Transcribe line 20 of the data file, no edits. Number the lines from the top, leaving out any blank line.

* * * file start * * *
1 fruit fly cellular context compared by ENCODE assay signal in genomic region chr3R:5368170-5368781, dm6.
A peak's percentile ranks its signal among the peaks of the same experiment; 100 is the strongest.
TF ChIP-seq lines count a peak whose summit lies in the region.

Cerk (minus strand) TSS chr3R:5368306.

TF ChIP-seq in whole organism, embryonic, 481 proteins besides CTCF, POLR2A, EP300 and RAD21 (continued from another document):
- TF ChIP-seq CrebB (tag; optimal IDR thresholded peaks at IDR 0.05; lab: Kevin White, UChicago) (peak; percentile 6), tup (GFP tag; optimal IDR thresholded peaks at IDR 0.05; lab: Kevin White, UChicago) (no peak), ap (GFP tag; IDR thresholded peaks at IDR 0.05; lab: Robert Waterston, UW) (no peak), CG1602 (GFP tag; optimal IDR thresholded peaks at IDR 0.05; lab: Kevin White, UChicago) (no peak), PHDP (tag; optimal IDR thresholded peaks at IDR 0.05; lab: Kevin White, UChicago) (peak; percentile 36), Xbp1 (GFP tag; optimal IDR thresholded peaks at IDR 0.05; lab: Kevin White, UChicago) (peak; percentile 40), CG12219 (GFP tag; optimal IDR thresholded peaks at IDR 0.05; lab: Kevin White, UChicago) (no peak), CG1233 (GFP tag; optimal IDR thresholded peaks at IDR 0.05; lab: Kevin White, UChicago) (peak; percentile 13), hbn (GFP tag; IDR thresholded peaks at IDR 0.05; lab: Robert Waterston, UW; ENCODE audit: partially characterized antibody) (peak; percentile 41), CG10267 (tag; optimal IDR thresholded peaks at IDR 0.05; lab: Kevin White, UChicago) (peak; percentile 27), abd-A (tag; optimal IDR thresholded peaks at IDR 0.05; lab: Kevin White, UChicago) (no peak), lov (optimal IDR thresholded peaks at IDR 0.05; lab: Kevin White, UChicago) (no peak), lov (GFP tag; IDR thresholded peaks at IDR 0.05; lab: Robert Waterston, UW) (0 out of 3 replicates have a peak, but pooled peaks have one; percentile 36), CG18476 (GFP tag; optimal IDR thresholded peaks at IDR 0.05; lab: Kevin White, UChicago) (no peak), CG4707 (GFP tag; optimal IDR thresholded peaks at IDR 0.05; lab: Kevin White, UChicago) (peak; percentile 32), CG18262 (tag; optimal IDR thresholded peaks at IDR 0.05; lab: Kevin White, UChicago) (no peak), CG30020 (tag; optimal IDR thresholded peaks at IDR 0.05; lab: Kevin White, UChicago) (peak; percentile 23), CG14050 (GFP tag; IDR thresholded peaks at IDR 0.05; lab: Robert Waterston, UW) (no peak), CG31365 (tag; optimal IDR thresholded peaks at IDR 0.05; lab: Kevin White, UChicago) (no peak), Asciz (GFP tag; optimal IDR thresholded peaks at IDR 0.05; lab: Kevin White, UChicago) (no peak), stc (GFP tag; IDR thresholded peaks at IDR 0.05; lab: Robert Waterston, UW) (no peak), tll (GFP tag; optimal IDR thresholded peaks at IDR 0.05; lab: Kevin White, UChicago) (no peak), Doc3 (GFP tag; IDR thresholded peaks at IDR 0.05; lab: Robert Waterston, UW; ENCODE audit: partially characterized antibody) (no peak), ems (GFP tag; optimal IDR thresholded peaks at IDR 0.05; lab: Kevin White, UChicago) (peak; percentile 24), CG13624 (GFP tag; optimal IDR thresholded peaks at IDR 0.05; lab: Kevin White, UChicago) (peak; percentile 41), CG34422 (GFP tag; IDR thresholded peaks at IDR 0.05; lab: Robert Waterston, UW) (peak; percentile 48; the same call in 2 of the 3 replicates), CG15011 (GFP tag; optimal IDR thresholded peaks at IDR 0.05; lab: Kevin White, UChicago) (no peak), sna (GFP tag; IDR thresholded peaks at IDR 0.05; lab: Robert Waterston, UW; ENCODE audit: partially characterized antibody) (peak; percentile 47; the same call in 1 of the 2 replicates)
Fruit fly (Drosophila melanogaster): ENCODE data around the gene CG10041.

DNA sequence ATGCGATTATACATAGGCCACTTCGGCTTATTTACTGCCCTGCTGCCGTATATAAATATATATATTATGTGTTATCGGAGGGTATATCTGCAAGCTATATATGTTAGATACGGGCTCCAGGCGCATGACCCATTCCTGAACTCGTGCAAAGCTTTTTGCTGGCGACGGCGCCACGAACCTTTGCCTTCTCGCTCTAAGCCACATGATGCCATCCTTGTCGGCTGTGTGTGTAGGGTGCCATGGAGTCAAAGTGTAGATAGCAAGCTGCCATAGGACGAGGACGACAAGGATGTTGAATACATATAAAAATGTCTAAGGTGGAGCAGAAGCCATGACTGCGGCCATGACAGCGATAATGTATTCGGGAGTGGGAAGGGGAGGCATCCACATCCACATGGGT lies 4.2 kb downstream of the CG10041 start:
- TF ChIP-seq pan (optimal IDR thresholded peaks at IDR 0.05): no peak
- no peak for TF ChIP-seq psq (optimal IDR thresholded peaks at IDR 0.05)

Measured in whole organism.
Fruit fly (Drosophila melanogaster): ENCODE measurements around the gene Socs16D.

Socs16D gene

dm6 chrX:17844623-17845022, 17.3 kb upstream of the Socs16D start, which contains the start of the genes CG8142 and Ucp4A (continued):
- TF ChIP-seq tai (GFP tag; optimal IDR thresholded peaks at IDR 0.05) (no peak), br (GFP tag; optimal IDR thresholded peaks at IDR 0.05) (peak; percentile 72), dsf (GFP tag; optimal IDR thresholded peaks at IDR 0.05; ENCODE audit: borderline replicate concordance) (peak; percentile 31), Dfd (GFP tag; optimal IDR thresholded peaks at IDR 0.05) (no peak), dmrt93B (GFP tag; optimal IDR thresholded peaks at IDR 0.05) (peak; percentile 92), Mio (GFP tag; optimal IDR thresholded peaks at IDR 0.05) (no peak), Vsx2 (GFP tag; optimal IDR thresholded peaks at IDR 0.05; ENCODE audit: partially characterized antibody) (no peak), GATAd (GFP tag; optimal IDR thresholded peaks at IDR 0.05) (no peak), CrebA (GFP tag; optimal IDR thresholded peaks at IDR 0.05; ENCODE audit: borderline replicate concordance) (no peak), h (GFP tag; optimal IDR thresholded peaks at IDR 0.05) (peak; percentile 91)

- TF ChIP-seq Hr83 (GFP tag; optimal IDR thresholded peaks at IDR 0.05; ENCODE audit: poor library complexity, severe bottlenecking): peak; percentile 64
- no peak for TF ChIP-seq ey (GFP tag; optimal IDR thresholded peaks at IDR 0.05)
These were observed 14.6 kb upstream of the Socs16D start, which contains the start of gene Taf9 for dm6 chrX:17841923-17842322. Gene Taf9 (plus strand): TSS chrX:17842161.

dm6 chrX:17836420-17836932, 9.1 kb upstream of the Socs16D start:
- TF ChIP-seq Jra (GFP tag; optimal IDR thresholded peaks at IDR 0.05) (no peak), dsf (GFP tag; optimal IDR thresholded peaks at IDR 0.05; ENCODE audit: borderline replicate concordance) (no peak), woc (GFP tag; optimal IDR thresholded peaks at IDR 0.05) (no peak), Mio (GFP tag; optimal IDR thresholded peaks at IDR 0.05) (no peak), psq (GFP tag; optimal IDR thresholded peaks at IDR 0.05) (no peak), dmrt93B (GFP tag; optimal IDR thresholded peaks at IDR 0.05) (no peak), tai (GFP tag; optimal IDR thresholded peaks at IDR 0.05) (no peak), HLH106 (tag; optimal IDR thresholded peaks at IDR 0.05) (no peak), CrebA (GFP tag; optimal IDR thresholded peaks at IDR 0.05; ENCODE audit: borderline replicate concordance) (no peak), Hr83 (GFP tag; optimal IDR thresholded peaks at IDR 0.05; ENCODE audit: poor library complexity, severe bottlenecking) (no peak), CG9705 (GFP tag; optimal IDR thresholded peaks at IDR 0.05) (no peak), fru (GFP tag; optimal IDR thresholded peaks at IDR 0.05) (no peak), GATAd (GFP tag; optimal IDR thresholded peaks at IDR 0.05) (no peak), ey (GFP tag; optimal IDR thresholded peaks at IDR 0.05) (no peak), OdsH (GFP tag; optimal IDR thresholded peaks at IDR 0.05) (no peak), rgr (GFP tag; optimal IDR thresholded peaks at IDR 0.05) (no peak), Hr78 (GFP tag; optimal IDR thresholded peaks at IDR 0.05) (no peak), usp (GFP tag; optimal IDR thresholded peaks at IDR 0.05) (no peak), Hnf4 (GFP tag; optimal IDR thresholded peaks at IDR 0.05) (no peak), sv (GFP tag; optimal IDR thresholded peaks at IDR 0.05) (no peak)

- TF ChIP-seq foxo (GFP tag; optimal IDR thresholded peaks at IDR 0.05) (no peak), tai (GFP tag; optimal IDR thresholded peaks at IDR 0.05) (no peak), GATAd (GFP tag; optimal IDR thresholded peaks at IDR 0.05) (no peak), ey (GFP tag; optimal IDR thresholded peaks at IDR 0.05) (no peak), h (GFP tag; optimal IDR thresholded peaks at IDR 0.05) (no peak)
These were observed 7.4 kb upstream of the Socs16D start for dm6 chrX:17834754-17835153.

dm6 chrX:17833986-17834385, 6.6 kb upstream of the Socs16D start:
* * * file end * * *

- TF ChIP-seq Jra (GFP tag; optimal IDR thresholded peaks at IDR 0.05) (no peak), dsf (GFP tag; optimal IDR thresholded peaks at IDR 0.05; ENCODE audit: borderline replicate concordance) (no peak), woc (GFP tag; optimal IDR thresholded peaks at IDR 0.05) (no peak), Mio (GFP tag; optimal IDR thresholded peaks at IDR 0.05) (no peak), psq (GFP tag; optimal IDR thresholded peaks at IDR 0.05) (no peak), dmrt93B (GFP tag; optimal IDR thresholded peaks at IDR 0.05) (no peak), tai (GFP tag; optimal IDR thresholded peaks at IDR 0.05) (no peak), HLH106 (tag; optimal IDR thresholded peaks at IDR 0.05) (no peak), CrebA (GFP tag; optimal IDR thresholded peaks at IDR 0.05; ENCODE audit: borderline replicate concordance) (no peak), Hr83 (GFP tag; optimal IDR thresholded peaks at IDR 0.05; ENCODE audit: poor library complexity, severe bottlenecking) (no peak), CG9705 (GFP tag; optimal IDR thresholded peaks at IDR 0.05) (no peak), fru (GFP tag; optimal IDR thresholded peaks at IDR 0.05) (no peak), GATAd (GFP tag; optimal IDR thresholded peaks at IDR 0.05) (no peak), ey (GFP tag; optimal IDR thresholded peaks at IDR 0.05) (no peak), OdsH (GFP tag; optimal IDR thresholded peaks at IDR 0.05) (no peak), rgr (GFP tag; optimal IDR thresholded peaks at IDR 0.05) (no peak), Hr78 (GFP tag; optimal IDR thresholded peaks at IDR 0.05) (no peak), usp (GFP tag; optimal IDR thresholded peaks at IDR 0.05) (no peak), Hnf4 (GFP tag; optimal IDR thresholded peaks at IDR 0.05) (no peak), sv (GFP tag; optimal IDR thresholded peaks at IDR 0.05) (no peak)